TJM Partnership Ltd – a fair warning from the FCA?

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The TJM Partnership Ltd has received the fine for breaches of Principles 2 and 3 of the FCA’s Principles for Business, which require authorised firms to conduct their business with due skill, care and diligence and to take reasonable care to organise and control their affairs responsibly and effectively, with adequate risk management systems.

The UK based investment brokerage (now in liquidation) was found not to have exercised due skill, care, and diligence in applying its own AML policies and failed to monitor the risk of being used to facilitate financial crime. The FCA deemed it to have inadequate systems and controls to identify and mitigate the risk of being used to facilitate allegedly fraudulent trading and money laundering.

The FCA’s investigation found TJM was being used to facilitate allegedly fraudulent trading and money laundering on behalf of clients of the Solo Group, a group of firms offering clearing and settlement services to its clients via a custom over the counter (OTC) post-trade order matching platform and via a trading and settlement platform known as Brokermesh. The breaches are reported to have taken place between January 2014 and November 2015.

The FCA identified a pattern involving extremely large over the counter (“OTC”) trading. It found there to be very evident red flags, given the size of the trades that were taking place and considered TJM to have had inadequate policies in place which would enable it to effectively assess the risk posed by the Solo Group. The FCA found failings in TJM’s customer due diligence, monitoring of transactions and in identifying unusual transactions, thus heightening their risk of being used to further financial crime. The manner, scale and volume of the Solo trading was, says the FCA “highly suggestive of financial crime”.

The FCA sets out details of the failings under Principle 2 and 3 out in paragraphs 2.16 and 2.17 of its Final Notice. In essence, TJM failed to identify and escalate any suspicions about its clients or the size of the transactions it was handling. No transactions raised any suspicions, and no breaches were reported or observed.

The financial penalty that the FCA have issued was based on the following:

  1. Disgorgement (deprivation of any financial benefit obtained by TJM from the regulatory breaches), which was calculated to be £1,198,277.
  2. Seriousness of the breaches, deemed to be at level 4 of 5 in this case and requiring an additional payment of 15% of TJMs relevant revenue for the period under review, calculated at £200,121.
  3. Mitigating and aggravating factors. The FCA highlighted the myriad of published documents from the FCA and the JMLSG on the risk of financial crime and the expected standards when dealing with those risks. It highlighted good practice examples that were available to TJM on CDD, monitoring transactions and customer activity and guidance on high-risk situations. It also highlighted the role of TJM’s senior managers and the inaction that they took, even where they were aware that the firm was conducting high risk activities. It identified no mitigating factors and added a further £240,145 on this basis.
  4. Adjustments made for deterrence – perhaps most interestingly, the FCA felt that the mitigation payment was not sufficient to act as a credible deterrent and a multiple of 5 was applied, adding a further £1,200,729.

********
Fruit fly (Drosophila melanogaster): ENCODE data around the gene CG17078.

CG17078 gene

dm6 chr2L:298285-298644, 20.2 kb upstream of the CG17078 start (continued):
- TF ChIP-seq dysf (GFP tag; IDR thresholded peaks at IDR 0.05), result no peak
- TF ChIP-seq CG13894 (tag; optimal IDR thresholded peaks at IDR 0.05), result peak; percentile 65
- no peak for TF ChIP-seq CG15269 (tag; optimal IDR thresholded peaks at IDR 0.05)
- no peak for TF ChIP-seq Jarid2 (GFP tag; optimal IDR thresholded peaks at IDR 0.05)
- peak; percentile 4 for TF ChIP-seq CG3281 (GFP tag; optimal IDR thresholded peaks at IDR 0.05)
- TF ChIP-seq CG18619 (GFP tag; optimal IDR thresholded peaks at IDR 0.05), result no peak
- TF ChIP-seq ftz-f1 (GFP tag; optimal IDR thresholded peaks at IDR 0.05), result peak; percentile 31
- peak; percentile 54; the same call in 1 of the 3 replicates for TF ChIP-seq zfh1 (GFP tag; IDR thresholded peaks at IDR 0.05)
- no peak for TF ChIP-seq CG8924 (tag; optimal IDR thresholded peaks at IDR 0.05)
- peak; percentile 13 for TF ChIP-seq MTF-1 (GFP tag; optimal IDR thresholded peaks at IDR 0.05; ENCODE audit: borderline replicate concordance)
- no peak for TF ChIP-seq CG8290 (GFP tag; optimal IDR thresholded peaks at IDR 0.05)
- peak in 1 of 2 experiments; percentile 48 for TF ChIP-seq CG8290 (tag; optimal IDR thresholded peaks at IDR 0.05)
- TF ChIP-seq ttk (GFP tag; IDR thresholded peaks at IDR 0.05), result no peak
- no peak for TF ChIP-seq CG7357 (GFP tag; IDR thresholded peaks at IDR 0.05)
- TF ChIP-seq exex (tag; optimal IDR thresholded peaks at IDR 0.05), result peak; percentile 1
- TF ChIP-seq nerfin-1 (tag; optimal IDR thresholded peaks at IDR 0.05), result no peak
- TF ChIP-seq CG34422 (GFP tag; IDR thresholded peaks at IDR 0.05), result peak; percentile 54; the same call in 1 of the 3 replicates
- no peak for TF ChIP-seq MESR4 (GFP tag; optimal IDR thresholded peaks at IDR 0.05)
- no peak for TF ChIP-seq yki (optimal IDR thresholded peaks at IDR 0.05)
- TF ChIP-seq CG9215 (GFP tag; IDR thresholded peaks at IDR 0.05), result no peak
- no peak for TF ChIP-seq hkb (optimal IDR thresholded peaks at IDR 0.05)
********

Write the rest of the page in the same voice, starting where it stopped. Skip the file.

5. Settlement discount, a 30% discount was applied given agreement was reached with TJM to settle the matter, bringing the total fine down to £2,038,700.

Of note, Germany’s highest court, the Federal Court of Justice, has recently declared the dividend stripping schemes to be illegal, which could see a ripple effect in the UK, with enforcement action intensifying for those involved in Cum-Ex activity in the UK.


What can firms learn from TJM?

The FCA is keen to see all firms creating an effective compliance culture and learning from the mistakes made by other firms. In this case, TJM were undertaking high risk business activities and the systems it had in place failed to recognise when things went wrong.

The case pre-dates the Money Laundering Regulations 2017, which have ensured regulatory obligations on firms are now even tighter, but the key take aways of this decision by the FCA for other firms are:

  • To review your systems and controls on a regular basis and identify weaknesses. If your business is conducting high-risk transactions, it should have processes in place that are commensurate with that risk and are able to monitor and flag any irregular activity.
  • To report any suspicious activity and ensure all staff know and are encouraged to do the same.
  • If you or your clients are operating outside of the UK, consider whether your policies on due diligence are sufficient and your processes for enhanced due diligence and client onboarding are robust enough.
  • Ensure that there is sufficient training and awareness across the firm of the importance of combating financial crime.

The FCA specifically noted that huge amounts of literature were available to TJM on the risks of financial crime and where those risks are heightened. As a result, there was little sympathy for a small cog in a larger financial crime operation, which should act as a warning to other firms to be alert to these dangers. If you are concerned about your level of compliance in these areas or want to talk to someone about a review of your compliance procedures in light of the FCA’s decision in this case, please do get in touch with Sarah, Charlotte or Phillippa from the Capital Regulatory Investigations Team. We’d love to talk to you.